Life in these Islands
:: my weekly column in The Freeman


It happens so often that we have a description for it in the vernacular -- ningas cogon.

Wish I could remember the title and author, but in college I stumbled on a book which enumerated the positive and negative traits of the Filipinos. The fatalistic "bahala na" attitude is one. So is "pakikisama." Depending on how one looks at it, the bahala na and pakikisama traits can either be good or bad. Ningas cogon, on the other hand, is definitely a negative trait.

Certainly, what good is there in our propensity to embark on new projects with much energy and enthusiasm only to lose interest before the project takes off or before it is completed?

Many government projects start off that way, with much hype and publicity, then pfffttt ... The next thing you know, when people start to ask whatever came out of it you have red-faced officials passing the buck to one agency or office, or indignantly shrugging their shoulders and whining "why do you expect so much from me, I can't do everything!"

Yet, examples of ningas cogon are found everywhere. It is not a bad trait monopolized by publicity-seeking politicians.

Look around, you’d notice this also applies to clubs, organizations, and associations – school, civic, religious, business, professional, social, cooperative. And it afflicts the organization when it is most vulnerable, that is, newly-formed and experiencing birth pains.

In most cases we embark on new, bold, well-meaning projects. Usually with lofty goals and more responsibilities than we can handle.

Believe it or not, when it comes to planning activities and programs the government and business execs are more pragmatic. They usually list down no more than five goals or objectives, each accompanied by detailed action steps and assigning the person or group responsible for carrying it out. Maybe it comes with first-hand experience for organizing with limited time and resources. Maybe it comes from being results-oriented (hey, if government programs appear ill-planned it is usually because the desired results is only to look good).

What the other groups lack in experience for organizing, they make up for in enthusiasm and sincerety. But no one can run a good program on enthusiasm and sincerety. They certainly are not lacking in good ideas and good intentions. My boss has his own quote for good ideas. "They're worth a peso," he declared, "but a plan to implement that idea is worth a million." This is where many group efforts often fall flat.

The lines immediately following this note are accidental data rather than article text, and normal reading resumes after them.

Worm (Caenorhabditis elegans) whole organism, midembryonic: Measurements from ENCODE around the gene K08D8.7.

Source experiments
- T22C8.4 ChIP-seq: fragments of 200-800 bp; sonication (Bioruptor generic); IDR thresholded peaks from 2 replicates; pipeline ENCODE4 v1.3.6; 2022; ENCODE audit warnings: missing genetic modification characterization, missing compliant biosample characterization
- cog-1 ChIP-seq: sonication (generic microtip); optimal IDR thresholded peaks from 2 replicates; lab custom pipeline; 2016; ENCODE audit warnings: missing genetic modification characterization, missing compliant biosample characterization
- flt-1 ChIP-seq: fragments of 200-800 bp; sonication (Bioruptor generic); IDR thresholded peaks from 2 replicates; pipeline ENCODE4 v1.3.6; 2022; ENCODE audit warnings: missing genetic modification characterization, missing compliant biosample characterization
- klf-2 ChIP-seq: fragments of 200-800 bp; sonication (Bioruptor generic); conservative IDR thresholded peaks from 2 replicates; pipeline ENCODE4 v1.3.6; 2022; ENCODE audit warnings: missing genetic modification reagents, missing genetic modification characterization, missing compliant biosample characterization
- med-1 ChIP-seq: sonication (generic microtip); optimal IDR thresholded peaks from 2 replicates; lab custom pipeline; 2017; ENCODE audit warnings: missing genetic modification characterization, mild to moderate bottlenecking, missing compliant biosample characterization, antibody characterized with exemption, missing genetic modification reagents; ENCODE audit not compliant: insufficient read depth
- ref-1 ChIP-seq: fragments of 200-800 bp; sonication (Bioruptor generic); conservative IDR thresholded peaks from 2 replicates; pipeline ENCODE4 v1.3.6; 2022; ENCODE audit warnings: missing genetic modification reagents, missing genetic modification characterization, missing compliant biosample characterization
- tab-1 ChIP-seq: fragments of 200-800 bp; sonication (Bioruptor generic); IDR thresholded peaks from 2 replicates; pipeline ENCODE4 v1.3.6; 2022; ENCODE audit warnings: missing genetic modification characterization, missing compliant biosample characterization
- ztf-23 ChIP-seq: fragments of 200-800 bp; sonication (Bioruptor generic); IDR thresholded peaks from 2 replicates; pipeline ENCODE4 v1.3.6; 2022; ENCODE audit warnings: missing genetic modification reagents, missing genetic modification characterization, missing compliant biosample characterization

Take newsletters. Everybody wants to publish their own newsletters. Clubs, organizations, associations, departments, companies. But how many newsletters ever get past the 10th issue?

The editorial staff call for a meeting and pretty soon there is a long list of suggested sections, features, and articles. The agreed deadline comes and the harried editor soon realizes that the correspondents would rather demonstrate their creativity in giving excuses than in filing stories. Soon the weekly becomes a monthly publication, then a quarterly newsletter. The number of pages and the size of the paper is noticeably shrinking. Editorial explains it is part of cost-cutting and environment-friendly measures. But then you notice that nearly all the articles are written by one person -- usually the editor -- if a byline appears at all, although the staffbox carries the name of a dozen people. Pretty soon, there is even no byline anymore, just an acknowledgement that starts with "reprinted from ..."

Look around again, but organizations that have achieved a degree of maturity are also less likely to succumb to ningas cogon. It takes years but it occurs when the organization has achieved a state of maturity and the group dynamics have gelled. In the extreme case, they may be accused of being complacent, predictable and boring. People are comfortable with tried and tested formulas. They don’t want to innovate or take risks. If this was a pole vaulting competition – excuse me FVR – the participants are happy to hurdle the same bar over and over again and they don’t see the need to raise the bar a notch higher. Thy might even say their track record speaks for itself and that there’s nothing to prove anymore.

Ah, but they forget what Robert Browning once said: “A man’s reach should exceed his grasp or what’s a Heaven for?”

Then again if we look around some more there are organizations and projects that strike a balance between ningas cogon and complacency. These are marked by two distinct characteristics: inspired leadership and good teamwork. Their third and less obvious asset – and in the final reckoning it all boils down to this -- follow through. This is what determines whether your organization, your performance, or project will be just another flash in the pan or a worthy, sustainable effort.

February 12, 1999

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